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Why some people don’t grieve

March 29, 2013

One of the most common thing we have found since we started Born Sleeping is just how differently people grieve. In fact, in many couples we have found that each person grieves in a different way.

Because we know this from our own personal experience, we have tried to help the couples we’ve walked the road with to be gentle with one another, to try to accept that they will grieve in different ways. For some, they will feel the need to cry a lot, to talk about their child a lot. For the other, it’s often a more silent process – the need to escape into work, or their hobby, on their own. However,  we have also come across people who have not felt the need to grieve at all. They have found it perplexing that their partner is unable to ‘move on’, while their partner is perplexed that they don’t seem to care.

I recently read an excellent interview of Dr. George Bonanno (psychologist at Columbia University in the USA) by Discovery Health about a study he conducted that will be published shortly. The study was about why it is that some people don’t appear to grieve.

According to Dr. Bonanno:

“There are generally three outcome patterns: chronic grief, common grief, and resilience or absent grief. Chronic grief is someone who has a dramatic, high level of depression and grief after a loss, and they don’t get better for several years. The common grief pattern is usually people who show an elevation of symptoms — depression, distress, difficulty concentrating, etc., and somewhere within a year or two, they return to normal. And the third type are those who don’t show any disruption in their normal functioning. And that last pattern is very common, sometimes up to half the people will show that.”

HALF! That I found surprising. I hadn’t realised it could be as many as that.

Sometimes, we’ve had mothers see us on their own. For some of them, their partners are the ones who don’t seem to grieve. When chatting, they have asked whether their partners are normal, or whether there’s something wrong with them that they do appear to grieve. Interestingly, Dr Bonanno comments that:

“Most investigators in the field, I think, would say that people who don’t show grief have something wrong with them — they either are defensive, or cold, or they never cared about the person to begin with, or they weren’t attached. I had argued no, maybe they’re just healthy people. We followed a group of people in Michigan over six years in a bereavement study where we knew a lot about the people before the loss occurred. We showed that about half the sample showed no symptoms at any point in the study. They just were not depressed before or after the loss, and we found that they were healthy people. They had fine relationships. The interviewers did not find them cold or aloof, and they did not score high on a measure we had of avoidance attachment. That doesn’t mean that a healthy person won’t grieve also, but it seemed that they [a person who feels no grief] might feel sad, they might miss the person, but they keep functioning. We know that the people who don’t show grief, it’s fair to say, are healthy people.”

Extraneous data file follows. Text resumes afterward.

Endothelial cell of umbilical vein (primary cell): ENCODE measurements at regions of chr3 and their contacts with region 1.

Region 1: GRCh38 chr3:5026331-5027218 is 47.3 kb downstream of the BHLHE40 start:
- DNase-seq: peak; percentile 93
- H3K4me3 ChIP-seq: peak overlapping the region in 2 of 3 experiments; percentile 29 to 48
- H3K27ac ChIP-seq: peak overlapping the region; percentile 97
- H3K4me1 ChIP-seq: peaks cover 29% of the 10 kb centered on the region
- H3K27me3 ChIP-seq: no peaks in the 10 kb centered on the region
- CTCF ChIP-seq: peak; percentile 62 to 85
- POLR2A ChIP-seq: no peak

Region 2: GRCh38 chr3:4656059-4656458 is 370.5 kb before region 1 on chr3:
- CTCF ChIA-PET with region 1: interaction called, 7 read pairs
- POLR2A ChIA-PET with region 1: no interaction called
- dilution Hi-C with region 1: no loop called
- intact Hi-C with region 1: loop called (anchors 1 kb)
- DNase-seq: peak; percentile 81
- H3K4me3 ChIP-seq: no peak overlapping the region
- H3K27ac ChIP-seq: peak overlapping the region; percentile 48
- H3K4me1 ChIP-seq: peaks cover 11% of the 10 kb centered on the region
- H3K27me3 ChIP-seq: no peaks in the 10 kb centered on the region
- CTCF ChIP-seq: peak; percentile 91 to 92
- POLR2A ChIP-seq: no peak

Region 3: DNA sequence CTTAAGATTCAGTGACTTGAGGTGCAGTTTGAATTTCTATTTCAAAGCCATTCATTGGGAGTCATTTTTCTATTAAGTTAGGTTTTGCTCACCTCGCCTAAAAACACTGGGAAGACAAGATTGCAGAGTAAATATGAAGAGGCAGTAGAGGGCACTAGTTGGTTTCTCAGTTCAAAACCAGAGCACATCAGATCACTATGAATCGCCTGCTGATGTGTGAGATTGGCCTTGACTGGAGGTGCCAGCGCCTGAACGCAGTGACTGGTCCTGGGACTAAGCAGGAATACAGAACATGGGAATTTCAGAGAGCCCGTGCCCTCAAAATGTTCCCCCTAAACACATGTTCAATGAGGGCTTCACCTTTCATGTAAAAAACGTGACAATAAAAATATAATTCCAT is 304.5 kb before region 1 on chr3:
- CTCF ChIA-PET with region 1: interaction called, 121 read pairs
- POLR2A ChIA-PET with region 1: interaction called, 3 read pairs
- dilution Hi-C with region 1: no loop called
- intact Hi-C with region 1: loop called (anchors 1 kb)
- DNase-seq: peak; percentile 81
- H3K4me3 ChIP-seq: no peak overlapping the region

When discussing the link between grief and depression, the study found that “when people are anticipating the loss, or the person dies of natural causes, it seems that that helps. The people who tend to have the most chronic grief, the most painful bereavement, are people who lose loved ones through sudden, violent death.”  That is definitely our experience. So it’s normal to feel the loss of your baby deeply. It’s also normal not to feel grief deeply. Which is why this grief journey can be such a confusing time!

You can read the rest of the interview here:

10 Comments leave one →
  1. Vicky permalink
    December 16, 2013 7:19 pm

    They may be “healthy” in one sense but such inability to respond to loss is ,shall we say ,not a terribly attractive personality trait.

    • December 17, 2013 6:13 am

      I don’t think there is a personality type, or trait, that simply doesn’t respond to loss, as you seem to imply. I think it depends on the event.

      For example, your elderly parent has been deteriorating over several years, has Alzheimers, doesn’t recognise you, and is bed-ridden. You’ve probably been letting go and grieving in small ways throughout that time. By the time the parent dies, you’ve already said goodbye in so many little ways that, although you feel sad, your life continues as normal – you continue to function as normal.

      Where there has been a sudden, traumatic loss, and the person appears not to grieve, I would find that very difficult. In the case of many fathers, they have not bonded with their unborn child. To them, the child is not really ‘real’ yet, because they haven’t had that intimate contact with it. Thus, the loss of an unborn child won’t rock their worlds, because the baby wasn’t a real person to them yet. Many mothers struggle to understand how they can have bonded with their unborn child, while the fathers haven’t, and this is the root of many misunderstandings about the grieving process.

    • DMC permalink
      July 30, 2014 7:35 pm